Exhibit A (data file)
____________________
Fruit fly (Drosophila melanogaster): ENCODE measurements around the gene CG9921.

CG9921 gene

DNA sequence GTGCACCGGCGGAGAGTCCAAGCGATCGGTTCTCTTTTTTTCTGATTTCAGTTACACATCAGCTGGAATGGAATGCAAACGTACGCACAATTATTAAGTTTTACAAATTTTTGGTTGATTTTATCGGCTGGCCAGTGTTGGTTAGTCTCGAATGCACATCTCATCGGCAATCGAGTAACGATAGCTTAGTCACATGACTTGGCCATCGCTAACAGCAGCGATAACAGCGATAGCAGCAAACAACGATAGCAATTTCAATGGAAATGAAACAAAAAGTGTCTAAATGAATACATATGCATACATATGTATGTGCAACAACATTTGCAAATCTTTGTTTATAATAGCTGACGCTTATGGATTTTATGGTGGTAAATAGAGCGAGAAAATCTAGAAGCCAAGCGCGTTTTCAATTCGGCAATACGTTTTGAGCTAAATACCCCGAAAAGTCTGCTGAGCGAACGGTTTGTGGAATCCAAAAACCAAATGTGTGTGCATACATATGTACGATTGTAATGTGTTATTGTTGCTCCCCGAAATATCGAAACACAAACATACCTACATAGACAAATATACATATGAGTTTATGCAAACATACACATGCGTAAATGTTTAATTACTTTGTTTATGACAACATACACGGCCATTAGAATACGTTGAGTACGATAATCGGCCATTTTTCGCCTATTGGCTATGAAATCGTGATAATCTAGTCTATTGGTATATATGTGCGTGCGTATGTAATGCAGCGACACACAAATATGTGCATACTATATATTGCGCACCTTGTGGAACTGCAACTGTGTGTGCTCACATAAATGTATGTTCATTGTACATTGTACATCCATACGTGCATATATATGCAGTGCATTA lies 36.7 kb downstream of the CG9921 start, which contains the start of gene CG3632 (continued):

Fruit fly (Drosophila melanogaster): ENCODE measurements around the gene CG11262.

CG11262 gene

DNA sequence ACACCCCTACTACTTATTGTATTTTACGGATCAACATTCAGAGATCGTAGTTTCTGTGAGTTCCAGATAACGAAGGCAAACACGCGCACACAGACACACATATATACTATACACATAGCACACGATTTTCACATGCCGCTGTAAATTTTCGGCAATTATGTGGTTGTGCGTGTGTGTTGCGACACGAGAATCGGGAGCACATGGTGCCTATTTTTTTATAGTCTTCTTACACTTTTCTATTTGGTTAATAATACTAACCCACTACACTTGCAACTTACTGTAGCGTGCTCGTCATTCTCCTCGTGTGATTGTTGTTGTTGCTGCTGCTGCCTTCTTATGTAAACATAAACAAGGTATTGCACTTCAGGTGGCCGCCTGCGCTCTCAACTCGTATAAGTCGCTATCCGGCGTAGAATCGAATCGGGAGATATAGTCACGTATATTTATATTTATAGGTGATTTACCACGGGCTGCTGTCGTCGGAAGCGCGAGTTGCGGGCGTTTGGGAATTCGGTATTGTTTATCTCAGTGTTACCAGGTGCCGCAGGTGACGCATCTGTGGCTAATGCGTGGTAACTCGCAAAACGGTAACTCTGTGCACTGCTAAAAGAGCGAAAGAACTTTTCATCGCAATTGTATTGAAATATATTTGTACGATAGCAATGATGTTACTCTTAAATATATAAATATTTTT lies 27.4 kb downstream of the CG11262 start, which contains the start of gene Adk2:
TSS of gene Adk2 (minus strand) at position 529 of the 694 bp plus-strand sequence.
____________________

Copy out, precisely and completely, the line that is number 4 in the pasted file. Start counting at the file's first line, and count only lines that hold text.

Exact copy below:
Fruit fly (Drosophila melanogaster): ENCODE measurements around the gene CG11262.